Head of the Family: Kid Dynamite


In this installment of the Kid Dynasty series, we look at the Don of the family himself, Kid Dynamite. Kid Dynamite was started in late 1997 by ex-Lifetime guitarist Dan Yemin and former Lifetime drummer Dave Wagenschutz, both of whom had recently relocated to Philadelphia, Pennsylvania. Yemin had been recording instrumental music on his own which had a sound reminiscent of early Gorilla Biscuits as well as some 7 Seconds and Lifetime influences. The duo decided to create a full band to compliment the music previously written by Yemin. Friend of the band Steve Farrell was brought in to take up bass duties. Now all that was needed was a singer to go with the band’s aggressive sound.

The band decided to hold tryouts in order to fill the vacant singer position. A decent amount of prospective vocalists came out including Jade Tree co-founder Darren Walters and future Strike Anywhere vocalist Thom Barnett.  In the end the guys decided to go with the young Jason Shevchuk to round out the line up. Shevchuk’s vocal abilities were seen as a great asset to the band, being able to produce an abrasive screams as well as a more melodic singing sound. Shevchuk also had a knack for creating catchy vocal hooks as well as bringing the “woah-oahs” that the band has since become so popular for utilizing. The band then recruited friends Collin McGinniss and Dave Haus as the only two roadies that the band would ever have (the importance of these two will become apparent in later articles).

Kid Dynamite would release their self-titled album that following year on Jade Tree records. The band embarked on a relatively long tour (one of only two) later that year. Whereas the band and the material they produced were very well received, the rigorous touring schedule would take its tole. Soon after that tour, bass player Steve Farrell would leave the band. Kid Dynamite had Grey Area member Vinnie Value take up bass duties while the res of the members looked for a more permanent replacement. They found that replacement in D. C. native and fan of the band, Michael “Spider” Cotterman. The band released their second and last full length entitled “Shorter, Faster Louder” in 2000. They then embarked on their second full American tour that year in support of the album.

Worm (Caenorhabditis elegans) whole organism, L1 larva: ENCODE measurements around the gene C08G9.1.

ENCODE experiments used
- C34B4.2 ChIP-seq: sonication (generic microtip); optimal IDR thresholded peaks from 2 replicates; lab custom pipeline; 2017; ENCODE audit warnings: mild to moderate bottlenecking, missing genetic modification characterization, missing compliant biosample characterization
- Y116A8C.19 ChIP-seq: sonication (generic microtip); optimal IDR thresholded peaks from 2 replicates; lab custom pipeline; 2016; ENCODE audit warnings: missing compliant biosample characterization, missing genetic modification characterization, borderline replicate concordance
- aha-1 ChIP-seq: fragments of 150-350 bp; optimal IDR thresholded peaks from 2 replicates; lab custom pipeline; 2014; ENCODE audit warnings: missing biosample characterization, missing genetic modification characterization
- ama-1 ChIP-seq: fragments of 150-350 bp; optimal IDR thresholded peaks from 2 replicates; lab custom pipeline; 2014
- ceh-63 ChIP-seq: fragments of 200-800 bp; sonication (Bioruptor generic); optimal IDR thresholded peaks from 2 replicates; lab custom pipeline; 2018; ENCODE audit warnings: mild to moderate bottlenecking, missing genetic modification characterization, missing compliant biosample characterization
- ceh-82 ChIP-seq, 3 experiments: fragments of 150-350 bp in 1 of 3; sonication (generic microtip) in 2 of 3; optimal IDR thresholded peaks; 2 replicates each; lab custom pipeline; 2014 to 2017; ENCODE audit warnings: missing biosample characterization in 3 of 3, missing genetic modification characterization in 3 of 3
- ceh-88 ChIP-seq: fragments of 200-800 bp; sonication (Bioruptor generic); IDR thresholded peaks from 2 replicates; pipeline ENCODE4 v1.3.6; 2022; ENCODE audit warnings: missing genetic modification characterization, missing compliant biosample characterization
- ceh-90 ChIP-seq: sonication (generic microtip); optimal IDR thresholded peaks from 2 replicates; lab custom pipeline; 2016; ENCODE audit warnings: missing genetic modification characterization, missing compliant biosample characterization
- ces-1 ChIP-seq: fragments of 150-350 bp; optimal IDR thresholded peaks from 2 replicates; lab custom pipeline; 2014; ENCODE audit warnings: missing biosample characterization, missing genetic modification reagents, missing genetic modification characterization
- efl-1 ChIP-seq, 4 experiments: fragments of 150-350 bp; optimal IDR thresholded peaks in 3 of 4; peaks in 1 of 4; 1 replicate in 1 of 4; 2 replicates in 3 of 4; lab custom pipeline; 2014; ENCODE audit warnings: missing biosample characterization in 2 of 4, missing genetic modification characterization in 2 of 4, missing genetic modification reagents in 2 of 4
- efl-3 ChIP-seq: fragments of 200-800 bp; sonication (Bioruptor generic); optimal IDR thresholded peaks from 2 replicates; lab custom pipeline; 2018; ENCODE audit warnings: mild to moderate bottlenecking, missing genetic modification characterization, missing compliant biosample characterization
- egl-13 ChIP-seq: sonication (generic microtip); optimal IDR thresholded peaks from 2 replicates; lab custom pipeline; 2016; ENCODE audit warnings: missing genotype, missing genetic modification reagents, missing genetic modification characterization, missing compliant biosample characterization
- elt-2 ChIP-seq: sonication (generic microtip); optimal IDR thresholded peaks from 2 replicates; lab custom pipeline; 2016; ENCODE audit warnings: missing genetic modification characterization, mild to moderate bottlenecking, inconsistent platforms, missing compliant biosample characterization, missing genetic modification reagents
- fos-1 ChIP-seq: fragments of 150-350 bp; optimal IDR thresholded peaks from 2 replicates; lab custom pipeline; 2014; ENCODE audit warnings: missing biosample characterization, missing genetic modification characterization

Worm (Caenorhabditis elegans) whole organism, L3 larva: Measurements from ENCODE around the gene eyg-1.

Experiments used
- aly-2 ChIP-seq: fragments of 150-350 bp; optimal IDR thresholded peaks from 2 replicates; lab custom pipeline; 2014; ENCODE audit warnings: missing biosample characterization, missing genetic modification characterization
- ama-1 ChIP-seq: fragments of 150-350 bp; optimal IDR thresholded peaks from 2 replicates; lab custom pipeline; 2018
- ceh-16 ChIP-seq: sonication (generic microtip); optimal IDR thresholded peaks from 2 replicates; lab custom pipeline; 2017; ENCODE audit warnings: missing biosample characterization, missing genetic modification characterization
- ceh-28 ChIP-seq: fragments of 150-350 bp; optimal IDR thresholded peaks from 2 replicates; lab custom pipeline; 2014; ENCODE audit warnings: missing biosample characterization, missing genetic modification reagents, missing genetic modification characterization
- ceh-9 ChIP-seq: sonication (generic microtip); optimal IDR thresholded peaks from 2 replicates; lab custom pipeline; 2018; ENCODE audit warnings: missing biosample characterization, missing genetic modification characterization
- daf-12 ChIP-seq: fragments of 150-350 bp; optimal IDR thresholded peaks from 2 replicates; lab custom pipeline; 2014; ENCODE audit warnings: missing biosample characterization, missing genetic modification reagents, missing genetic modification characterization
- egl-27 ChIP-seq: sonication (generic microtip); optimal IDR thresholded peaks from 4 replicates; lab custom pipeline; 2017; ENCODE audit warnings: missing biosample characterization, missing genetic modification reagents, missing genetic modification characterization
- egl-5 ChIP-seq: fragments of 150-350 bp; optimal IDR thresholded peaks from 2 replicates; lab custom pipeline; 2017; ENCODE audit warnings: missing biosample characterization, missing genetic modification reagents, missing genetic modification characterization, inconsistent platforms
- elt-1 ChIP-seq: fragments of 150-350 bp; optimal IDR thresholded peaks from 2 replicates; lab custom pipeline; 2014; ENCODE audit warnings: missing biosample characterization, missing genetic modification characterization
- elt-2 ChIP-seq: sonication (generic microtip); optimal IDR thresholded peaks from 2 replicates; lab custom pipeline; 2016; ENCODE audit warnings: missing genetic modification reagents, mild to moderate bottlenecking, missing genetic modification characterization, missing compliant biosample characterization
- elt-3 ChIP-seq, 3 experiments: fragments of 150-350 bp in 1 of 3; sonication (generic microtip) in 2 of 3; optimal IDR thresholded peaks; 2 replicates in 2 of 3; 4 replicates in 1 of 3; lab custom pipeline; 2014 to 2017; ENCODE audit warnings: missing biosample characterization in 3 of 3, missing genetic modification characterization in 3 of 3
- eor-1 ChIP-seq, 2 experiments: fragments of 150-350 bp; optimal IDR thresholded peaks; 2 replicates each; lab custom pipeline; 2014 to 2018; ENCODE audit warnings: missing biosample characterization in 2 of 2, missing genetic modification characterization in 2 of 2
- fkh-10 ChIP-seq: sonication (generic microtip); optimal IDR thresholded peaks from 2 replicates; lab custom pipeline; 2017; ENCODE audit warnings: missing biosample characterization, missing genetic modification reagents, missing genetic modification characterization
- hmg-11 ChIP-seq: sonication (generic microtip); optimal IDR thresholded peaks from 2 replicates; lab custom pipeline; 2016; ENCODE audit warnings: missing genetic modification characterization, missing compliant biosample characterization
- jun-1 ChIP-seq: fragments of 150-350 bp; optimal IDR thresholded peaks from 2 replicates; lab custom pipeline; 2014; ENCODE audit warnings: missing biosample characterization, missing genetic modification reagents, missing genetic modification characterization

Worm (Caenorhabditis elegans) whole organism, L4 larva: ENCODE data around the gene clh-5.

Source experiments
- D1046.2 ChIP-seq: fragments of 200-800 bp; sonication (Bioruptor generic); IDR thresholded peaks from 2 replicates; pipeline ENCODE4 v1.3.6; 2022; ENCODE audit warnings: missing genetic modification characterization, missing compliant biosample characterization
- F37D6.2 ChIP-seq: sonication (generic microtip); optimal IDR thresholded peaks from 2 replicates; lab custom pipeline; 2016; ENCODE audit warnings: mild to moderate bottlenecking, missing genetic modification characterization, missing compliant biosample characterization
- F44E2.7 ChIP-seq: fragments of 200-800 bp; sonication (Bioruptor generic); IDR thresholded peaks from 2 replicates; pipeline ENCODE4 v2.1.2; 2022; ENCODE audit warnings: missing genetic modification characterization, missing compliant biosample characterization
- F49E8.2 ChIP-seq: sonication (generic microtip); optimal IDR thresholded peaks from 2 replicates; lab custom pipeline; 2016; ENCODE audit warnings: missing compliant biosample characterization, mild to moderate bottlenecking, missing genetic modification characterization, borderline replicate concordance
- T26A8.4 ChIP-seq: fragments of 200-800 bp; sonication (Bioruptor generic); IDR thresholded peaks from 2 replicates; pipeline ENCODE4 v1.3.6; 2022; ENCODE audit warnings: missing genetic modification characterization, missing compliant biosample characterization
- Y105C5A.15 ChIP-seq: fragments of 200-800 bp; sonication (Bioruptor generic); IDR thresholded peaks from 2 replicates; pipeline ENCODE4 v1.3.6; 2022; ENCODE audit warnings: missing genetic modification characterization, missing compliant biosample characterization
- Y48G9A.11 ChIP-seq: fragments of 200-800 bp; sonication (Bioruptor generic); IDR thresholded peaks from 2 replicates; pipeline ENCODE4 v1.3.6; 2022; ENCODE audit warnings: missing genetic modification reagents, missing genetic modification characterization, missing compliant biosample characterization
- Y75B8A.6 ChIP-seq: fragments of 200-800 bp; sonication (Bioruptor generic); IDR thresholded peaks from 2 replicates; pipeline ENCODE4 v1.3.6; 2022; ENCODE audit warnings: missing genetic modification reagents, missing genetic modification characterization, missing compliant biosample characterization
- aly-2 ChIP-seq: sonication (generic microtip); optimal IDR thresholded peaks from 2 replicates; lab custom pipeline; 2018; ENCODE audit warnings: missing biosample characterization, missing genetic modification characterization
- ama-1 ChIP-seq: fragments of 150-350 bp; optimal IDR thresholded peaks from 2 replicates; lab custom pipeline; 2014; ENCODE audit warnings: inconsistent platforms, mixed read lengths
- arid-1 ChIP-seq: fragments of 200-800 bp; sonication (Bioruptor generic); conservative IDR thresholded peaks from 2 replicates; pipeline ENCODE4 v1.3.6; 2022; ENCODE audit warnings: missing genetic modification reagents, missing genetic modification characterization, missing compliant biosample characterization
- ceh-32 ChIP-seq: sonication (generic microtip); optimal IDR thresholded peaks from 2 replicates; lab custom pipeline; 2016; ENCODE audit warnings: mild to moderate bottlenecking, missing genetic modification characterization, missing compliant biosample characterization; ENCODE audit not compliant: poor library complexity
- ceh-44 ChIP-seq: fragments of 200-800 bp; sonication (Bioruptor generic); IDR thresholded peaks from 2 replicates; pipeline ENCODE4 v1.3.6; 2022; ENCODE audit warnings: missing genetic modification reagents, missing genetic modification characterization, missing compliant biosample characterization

Relationships within the band once again became strained. Yemin was finishing up his PhD. in Psychology and was beginning to practice. Shevchuk was finishing up film school and was considering a career in film editing.  Differing interests as well as strained relationships would lead to the break up of Kid Dynamite in late 2000. The band would reunite for a rash of reunion performances and festival appearances between 2011 and 2013 including “This is Hardcore” fest, “The Fest 10” and “Fuck Yeah Fest.” They announced in 2013 that there would no longer be any more reunion shows of any kind. Their last show was in New York with punk band, Joyce Manor as the opener.

Despite their incredibly short career, Kid Dynamite left a massive imprint on both the hardcore and punk rock scenes. Their sound inspired many bands of similar genres such as Shook Ones and Go Rydell. Proceeds from some  of their reunion shows helped a fledgling non-profit organization become a respectable business. Thanks to the emulation of their sound as well as the direct monetary support of non-profit agencies Kid Dynamite’s sound will impact music and the lives of those involved for many years to come.

Be on the look out for the next installment, where we will begin to delve in to the family tree with the family Consigliere, Paint it Black.


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